James Joyce: A new perspective informed by old friends

A Duke professor and her co-authors dig deep on Joyce and his contemporaries in this new edition

Duke professor Helen Solterer worked with several co-authors from University College Dublin to re-issue “James Joyce Remembered”

As the literary world celebrates the centenary of Ulysses, the acclaimed James Joyce novel, Duke professor Helen Solterer has contributed some new scholarship on literature and history, stemming in part from her family’s friendship with the legendary writer.

C.P. Curran standing behind the pedestal bust of WB Yeats A professor of French and Francophone Studies at Duke, Solterer recently worked with several co-authors from University College Dublin to re-issue James Joyce Remembered, which her grandfather, C.P. Curran, published originally in 1968. Curran and Joyce were college buddies and peers in early 20th century Dublin.

The new 2022 edition, with essays by Hugh Campbell, Diarmaid Ferriter, Anne Fogarty, Margaret Kelleher, introduce unfamiliar political and architectural contexts for Joyce’s writing, as well as literary ones.

As Curran’s granddaughter, Solterer drew on both personal and professional experiences in this new project, which looks deeply at the lives of Joyce, Curran and their contemporaries. The collaborative book reveals some new details of their lives in Dublin at a crucial time in Ireland’s fight for independence from Great Britain, and the Civil War that erupted in the year Joyce published Ulysses.

She spoke to Duke Today about the project. Here are excerpts:

What was discovered anew in creating this new book?

James Joyce is often seen as a solitary, aloof genius. What we so enjoyed discovering and investigating together, was the cohort of remarkably creative people around him. They were friends from their very first days at University College Dublin. That was my grandfather, C.P. Curran, that was Joyce, that was another talented political thinker, Thomas Kettle. Writer Padraic Colum was another intimate friend.

 

James Joyce (highlighted first) and C.P. Curran (highlighted second) posing alongside fellow grades from the University College Dublin Class of 1902. Photos in Curran-Laird Collection. Rights to reproduce by Special Collections, James Joyce Library, University College, Dublin

 

They walked the streets of Dublin; they met up at the National Library – these are all scenes in Ulysses. When we put all these people together, Joyce is a member of a larger creative community for whom fiction, not only in novels, but in theater, went hand in hand with political action.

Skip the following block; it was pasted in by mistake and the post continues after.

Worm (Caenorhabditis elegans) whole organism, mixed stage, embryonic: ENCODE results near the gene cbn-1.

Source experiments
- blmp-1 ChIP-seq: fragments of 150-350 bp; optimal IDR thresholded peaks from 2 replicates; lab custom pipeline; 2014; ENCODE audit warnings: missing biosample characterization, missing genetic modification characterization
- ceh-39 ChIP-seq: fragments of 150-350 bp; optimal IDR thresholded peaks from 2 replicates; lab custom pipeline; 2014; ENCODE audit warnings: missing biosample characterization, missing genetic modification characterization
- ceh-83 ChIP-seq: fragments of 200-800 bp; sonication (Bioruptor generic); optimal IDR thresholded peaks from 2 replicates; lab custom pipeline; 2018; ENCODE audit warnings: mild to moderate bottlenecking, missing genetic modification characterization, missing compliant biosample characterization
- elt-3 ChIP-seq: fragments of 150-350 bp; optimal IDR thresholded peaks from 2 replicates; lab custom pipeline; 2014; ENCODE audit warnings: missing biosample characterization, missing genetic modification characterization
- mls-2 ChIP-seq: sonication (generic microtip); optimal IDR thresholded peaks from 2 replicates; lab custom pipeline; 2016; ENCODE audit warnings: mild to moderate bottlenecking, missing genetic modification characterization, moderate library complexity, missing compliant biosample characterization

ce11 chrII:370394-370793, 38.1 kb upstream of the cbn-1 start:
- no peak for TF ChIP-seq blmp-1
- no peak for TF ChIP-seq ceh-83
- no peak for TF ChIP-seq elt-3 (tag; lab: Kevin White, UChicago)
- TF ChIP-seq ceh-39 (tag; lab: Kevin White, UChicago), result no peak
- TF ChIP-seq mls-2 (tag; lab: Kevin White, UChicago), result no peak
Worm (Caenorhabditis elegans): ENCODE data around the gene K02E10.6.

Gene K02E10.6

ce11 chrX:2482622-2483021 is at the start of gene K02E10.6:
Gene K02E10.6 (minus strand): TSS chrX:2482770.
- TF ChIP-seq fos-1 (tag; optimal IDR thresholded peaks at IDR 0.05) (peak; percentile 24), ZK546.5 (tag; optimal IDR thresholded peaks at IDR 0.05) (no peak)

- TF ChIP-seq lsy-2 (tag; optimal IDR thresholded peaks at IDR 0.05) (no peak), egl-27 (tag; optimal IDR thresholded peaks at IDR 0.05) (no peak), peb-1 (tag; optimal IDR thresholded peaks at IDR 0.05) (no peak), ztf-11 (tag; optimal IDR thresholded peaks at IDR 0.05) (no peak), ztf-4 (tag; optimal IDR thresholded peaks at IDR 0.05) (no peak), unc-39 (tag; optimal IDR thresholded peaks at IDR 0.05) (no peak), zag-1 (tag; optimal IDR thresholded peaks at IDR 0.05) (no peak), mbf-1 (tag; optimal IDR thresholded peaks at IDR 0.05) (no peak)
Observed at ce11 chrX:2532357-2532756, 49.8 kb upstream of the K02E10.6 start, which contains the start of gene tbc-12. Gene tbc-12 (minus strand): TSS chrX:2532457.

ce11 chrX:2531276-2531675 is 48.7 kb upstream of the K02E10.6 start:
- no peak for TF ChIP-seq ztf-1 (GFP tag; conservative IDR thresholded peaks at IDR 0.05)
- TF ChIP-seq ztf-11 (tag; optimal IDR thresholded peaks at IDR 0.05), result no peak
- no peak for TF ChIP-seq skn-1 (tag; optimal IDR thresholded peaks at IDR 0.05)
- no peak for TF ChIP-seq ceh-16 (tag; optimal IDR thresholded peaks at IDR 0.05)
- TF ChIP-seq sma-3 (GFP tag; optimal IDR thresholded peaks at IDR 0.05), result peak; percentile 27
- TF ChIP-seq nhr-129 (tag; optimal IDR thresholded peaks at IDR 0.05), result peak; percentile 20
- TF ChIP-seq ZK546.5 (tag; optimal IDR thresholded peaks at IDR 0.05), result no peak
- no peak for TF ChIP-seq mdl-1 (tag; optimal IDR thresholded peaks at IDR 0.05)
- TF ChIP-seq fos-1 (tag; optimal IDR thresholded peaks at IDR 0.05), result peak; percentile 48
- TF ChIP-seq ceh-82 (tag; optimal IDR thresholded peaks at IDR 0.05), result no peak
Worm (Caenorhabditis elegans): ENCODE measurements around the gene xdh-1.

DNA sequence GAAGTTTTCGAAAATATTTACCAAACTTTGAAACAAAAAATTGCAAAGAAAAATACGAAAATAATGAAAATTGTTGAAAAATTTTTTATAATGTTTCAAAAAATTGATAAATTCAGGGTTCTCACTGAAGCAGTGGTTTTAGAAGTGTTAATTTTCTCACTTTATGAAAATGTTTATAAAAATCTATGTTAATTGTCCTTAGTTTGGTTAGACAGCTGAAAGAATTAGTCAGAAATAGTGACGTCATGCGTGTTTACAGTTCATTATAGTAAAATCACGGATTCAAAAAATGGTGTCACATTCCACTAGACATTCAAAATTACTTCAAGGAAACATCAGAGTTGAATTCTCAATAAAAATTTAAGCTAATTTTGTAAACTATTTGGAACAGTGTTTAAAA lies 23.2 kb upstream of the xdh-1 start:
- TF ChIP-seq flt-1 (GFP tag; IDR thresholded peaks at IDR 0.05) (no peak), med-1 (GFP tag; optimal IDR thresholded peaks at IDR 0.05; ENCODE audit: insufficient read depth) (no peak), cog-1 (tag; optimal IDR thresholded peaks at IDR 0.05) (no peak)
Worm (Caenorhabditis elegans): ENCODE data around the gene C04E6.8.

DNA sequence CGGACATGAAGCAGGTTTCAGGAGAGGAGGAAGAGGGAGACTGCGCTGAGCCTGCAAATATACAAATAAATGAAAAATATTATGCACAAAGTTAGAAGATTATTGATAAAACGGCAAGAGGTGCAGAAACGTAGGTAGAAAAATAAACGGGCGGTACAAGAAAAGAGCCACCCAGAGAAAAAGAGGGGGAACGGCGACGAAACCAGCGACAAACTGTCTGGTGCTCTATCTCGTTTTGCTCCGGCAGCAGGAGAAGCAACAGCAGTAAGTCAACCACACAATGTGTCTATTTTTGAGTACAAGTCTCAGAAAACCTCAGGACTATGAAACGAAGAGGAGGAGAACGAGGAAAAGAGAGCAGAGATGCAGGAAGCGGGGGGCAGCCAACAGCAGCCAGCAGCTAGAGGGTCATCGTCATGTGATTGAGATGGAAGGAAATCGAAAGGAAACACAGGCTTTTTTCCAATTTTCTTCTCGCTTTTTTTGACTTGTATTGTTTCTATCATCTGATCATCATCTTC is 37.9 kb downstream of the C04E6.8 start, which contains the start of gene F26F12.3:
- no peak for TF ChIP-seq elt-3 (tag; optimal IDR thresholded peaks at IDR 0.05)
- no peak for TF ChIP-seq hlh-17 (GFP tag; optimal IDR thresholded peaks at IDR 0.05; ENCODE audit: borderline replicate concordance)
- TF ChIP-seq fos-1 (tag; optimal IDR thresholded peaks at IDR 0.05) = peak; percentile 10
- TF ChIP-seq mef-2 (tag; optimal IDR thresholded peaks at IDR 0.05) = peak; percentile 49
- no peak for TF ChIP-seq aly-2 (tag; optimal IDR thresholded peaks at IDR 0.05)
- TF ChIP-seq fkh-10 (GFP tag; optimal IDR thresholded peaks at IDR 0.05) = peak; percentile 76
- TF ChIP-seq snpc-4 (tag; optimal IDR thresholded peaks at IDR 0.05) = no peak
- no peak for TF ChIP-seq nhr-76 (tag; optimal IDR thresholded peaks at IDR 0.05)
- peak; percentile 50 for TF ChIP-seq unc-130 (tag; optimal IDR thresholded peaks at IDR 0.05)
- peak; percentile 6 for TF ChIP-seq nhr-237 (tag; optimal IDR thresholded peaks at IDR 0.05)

We also discovered something little known about C.P. Curran, as a political activist. Often he’s been identified, especially by Joyce scholars, as cautious, as a bit of an aesthete. Actually, what we discovered … was Curran’s activism as a freelancer. An undercover journalist reporting on the War of Independence in the British press, the liberal press, The Nation.

He used a pseudonym because he would have lost his job in the British court system if he had been known to be writing radical political journalism for Irish independence, and a Republic.

The cover of the book features a very famous photo of James Joyce. For you, it’s a family photo. Can you explain?

Many people, I figure, would recognize a photograph of a young James Joyce with a cap, and his hands stuffed in his pocket, ready to meet the world.

It was a photograph I grew up with because my grandfather took it in his parents’ back garden in the summer of 1904. It's the iconic portrait of a young Joyce. You might have seen it on covers of Ulysses.

You might have seen it on stamps. Certainly, it's all over the Internet right now, and in Dublin.

What was amazing for the group of us, again, was to discover more about that photograph. In our book, architects Jennifer O’Donnell and Jonathan Janssens do a remarkable drawing of Dublin at the time and in the exact place of the photo : it gives a surprising view of the city, 1904.

Recently, a street artist in Ireland, Seán Sutton, has done a mural, of course, repurposing Curran's Joyce.

For the family of my grandfather, the photograph was an accomplishment at the time. They were city, working-class people, for whom cameras and photographic equipment were brand new. My grandfather and his father began to experiment in the back garden, taking a series of photographs. And so Curran was launched as an amateur photographer of his friends and their hometown.

What do you remember about your visits to Ireland to visit your grandfather each summer when you were a child?

During the 1960s, my mother brought my father and me back to Dublin, to stay with my grandfather in his house, every summer until his death in 1972.

As soon as we arrived, Daddo, as we called my grandfather, ushered us into his book room, crammed floor to ceiling with books, photographs, with drawings and bits of sculpture. That jumble of artistic things, I sensed, was powerfully important to him, and it inspired me, summer after summer that I spent in that room with him.

The Irish painter Jack Yeats, the brother of the poet W.B. Yeats, designed a bookplate for my grandfather, likely in the 1940s. As far as I can tell, he's capturing this labyrinth of books, drawings, sculpture and many objects; books in many languages, now part of the James Joyce Library at University College Dublin.

That's one of the reasons, I suspect, I fell in love with French.